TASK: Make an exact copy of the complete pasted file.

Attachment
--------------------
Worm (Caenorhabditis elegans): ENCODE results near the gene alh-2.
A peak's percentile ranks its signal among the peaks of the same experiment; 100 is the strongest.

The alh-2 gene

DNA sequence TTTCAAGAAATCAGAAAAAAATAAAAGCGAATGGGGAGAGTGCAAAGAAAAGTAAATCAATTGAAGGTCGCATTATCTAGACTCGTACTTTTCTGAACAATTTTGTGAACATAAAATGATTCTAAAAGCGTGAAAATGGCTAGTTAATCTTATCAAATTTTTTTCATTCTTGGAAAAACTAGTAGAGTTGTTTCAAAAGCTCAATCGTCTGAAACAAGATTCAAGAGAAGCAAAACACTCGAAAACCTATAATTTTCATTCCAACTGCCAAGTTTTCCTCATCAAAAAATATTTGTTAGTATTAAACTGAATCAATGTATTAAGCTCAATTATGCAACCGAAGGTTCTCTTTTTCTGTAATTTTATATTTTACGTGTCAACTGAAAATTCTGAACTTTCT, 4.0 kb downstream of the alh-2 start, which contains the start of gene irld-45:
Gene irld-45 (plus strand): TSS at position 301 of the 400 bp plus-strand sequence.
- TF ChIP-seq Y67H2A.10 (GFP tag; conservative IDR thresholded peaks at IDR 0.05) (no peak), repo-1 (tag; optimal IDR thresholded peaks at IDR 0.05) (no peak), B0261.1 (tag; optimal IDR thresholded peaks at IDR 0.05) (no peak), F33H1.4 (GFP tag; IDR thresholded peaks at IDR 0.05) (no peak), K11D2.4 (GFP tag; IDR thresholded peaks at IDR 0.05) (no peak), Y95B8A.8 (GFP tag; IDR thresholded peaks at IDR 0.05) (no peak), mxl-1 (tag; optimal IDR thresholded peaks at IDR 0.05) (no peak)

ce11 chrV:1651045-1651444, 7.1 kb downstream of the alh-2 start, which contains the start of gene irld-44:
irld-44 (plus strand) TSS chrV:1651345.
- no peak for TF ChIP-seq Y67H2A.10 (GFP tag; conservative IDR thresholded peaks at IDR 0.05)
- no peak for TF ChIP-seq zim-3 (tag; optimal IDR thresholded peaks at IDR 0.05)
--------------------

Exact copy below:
Worm (Caenorhabditis elegans): ENCODE results near the gene alh-2.
A peak's percentile ranks its signal among the peaks of the same experiment; 100 is the strongest.

The alh-2 gene

DNA sequence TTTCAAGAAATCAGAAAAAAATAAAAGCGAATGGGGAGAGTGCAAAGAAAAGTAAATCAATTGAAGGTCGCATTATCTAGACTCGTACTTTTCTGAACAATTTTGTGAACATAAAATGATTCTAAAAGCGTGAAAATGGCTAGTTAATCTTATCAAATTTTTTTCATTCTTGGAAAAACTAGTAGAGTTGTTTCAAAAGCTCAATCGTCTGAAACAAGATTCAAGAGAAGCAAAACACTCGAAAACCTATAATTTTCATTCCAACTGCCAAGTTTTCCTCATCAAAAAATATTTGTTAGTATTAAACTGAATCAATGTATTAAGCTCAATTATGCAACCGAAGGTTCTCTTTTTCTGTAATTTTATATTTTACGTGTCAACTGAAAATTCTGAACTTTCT, 4.0 kb downstream of the alh-2 start, which contains the start of gene irld-45:
Gene irld-45 (plus strand): TSS at position 301 of the 400 bp plus-strand sequence.
- TF ChIP-seq Y67H2A.10 (GFP tag; conservative IDR thresholded peaks at IDR 0.05) (no peak), repo-1 (tag; optimal IDR thresholded peaks at IDR 0.05) (no peak), B0261.1 (tag; optimal IDR thresholded peaks at IDR 0.05) (no peak), F33H1.4 (GFP tag; IDR thresholded peaks at IDR 0.05) (no peak), K11D2.4 (GFP tag; IDR thresholded peaks at IDR 0.05) (no peak), Y95B8A.8 (GFP tag; IDR thresholded peaks at IDR 0.05) (no peak), mxl-1 (tag; optimal IDR thresholded peaks at IDR 0.05) (no peak)

ce11 chrV:1651045-1651444, 7.1 kb downstream of the alh-2 start, which contains the start of gene irld-44:
irld-44 (plus strand) TSS chrV:1651345.
- no peak for TF ChIP-seq Y67H2A.10 (GFP tag; conservative IDR thresholded peaks at IDR 0.05)
- no peak for TF ChIP-seq zim-3 (tag; optimal IDR thresholded peaks at IDR 0.05)